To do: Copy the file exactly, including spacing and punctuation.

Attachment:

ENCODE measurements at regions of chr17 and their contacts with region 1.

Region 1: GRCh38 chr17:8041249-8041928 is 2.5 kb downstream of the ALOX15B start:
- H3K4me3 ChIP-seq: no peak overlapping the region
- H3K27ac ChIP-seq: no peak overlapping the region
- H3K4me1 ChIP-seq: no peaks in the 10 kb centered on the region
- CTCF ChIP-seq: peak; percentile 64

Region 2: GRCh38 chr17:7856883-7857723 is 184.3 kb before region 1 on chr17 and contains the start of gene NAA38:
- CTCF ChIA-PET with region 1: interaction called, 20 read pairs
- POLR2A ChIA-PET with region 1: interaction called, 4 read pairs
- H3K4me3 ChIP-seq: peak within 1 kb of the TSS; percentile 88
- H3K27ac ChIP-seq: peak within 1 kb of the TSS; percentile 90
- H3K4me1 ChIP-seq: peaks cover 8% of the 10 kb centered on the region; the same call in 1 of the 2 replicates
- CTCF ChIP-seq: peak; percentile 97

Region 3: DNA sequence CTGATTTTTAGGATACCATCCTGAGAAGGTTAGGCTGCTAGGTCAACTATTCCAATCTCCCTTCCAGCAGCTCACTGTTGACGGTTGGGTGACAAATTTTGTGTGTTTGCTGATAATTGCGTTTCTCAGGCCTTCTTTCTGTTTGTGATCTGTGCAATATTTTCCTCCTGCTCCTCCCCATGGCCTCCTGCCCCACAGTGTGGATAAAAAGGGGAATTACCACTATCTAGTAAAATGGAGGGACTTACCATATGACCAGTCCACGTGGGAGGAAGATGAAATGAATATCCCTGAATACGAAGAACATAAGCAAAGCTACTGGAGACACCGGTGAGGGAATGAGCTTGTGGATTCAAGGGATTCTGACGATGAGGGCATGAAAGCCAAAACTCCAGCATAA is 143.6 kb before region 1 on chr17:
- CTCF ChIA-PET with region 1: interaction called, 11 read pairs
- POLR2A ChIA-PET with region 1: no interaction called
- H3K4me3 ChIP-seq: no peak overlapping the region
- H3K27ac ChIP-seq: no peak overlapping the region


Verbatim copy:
ENCODE measurements at regions of chr17 and their contacts with region 1.

Region 1: GRCh38 chr17:8041249-8041928 is 2.5 kb downstream of the ALOX15B start:
- H3K4me3 ChIP-seq: no peak overlapping the region
- H3K27ac ChIP-seq: no peak overlapping the region
- H3K4me1 ChIP-seq: no peaks in the 10 kb centered on the region
- CTCF ChIP-seq: peak; percentile 64

Region 2: GRCh38 chr17:7856883-7857723 is 184.3 kb before region 1 on chr17 and contains the start of gene NAA38:
- CTCF ChIA-PET with region 1: interaction called, 20 read pairs
- POLR2A ChIA-PET with region 1: interaction called, 4 read pairs
- H3K4me3 ChIP-seq: peak within 1 kb of the TSS; percentile 88
- H3K27ac ChIP-seq: peak within 1 kb of the TSS; percentile 90
- H3K4me1 ChIP-seq: peaks cover 8% of the 10 kb centered on the region; the same call in 1 of the 2 replicates
- CTCF ChIP-seq: peak; percentile 97

Region 3: DNA sequence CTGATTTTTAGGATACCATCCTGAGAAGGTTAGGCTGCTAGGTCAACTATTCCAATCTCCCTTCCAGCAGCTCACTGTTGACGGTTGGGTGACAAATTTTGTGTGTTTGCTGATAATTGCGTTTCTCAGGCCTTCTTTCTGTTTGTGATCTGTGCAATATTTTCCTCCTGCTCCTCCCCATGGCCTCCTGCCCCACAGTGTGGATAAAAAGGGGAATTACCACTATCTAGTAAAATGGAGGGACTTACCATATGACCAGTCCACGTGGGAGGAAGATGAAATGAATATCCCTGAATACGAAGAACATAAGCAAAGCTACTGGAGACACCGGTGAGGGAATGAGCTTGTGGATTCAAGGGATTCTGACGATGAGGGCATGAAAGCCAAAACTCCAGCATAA is 143.6 kb before region 1 on chr17:
- CTCF ChIA-PET with region 1: interaction called, 11 read pairs
- POLR2A ChIA-PET with region 1: no interaction called
- H3K4me3 ChIP-seq: no peak overlapping the region
- H3K27ac ChIP-seq: no peak overlapping the region